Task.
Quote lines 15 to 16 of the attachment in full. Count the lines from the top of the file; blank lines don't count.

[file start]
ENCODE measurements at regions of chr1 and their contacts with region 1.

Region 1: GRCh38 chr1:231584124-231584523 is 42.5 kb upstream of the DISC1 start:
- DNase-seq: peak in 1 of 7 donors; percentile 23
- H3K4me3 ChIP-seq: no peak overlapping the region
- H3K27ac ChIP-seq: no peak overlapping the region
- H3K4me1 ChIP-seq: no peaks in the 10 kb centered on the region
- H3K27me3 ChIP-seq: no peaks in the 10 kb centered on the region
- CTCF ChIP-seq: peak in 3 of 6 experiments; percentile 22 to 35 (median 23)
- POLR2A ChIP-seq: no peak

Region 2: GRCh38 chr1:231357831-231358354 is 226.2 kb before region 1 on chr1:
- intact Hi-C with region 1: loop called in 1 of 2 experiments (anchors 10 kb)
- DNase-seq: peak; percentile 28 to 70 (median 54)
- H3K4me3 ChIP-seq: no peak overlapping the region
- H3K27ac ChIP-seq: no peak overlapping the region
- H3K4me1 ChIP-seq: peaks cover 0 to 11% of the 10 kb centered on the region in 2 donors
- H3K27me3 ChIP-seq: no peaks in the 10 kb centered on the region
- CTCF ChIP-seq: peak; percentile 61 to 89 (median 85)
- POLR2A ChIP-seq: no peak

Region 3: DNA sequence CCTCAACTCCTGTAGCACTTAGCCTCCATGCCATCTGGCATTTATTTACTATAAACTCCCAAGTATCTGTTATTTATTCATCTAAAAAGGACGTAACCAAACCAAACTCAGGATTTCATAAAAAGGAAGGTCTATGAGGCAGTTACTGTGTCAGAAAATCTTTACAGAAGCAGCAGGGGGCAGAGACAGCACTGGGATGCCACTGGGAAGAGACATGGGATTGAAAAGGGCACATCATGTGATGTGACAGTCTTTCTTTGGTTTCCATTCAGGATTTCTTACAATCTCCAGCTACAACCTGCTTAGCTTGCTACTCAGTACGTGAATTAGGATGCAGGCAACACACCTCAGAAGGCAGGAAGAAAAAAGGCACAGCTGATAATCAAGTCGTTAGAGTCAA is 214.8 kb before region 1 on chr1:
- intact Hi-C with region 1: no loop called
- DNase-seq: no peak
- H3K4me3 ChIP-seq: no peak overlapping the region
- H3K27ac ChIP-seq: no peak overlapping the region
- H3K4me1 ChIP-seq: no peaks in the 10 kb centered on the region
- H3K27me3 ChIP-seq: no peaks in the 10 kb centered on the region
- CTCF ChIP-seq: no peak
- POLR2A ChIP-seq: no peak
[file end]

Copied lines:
- H3K4me1 ChIP-seq: peaks cover 0 to 11% of the 10 kb centered on the region in 2 donors
- H3K27me3 ChIP-seq: no peaks in the 10 kb centered on the region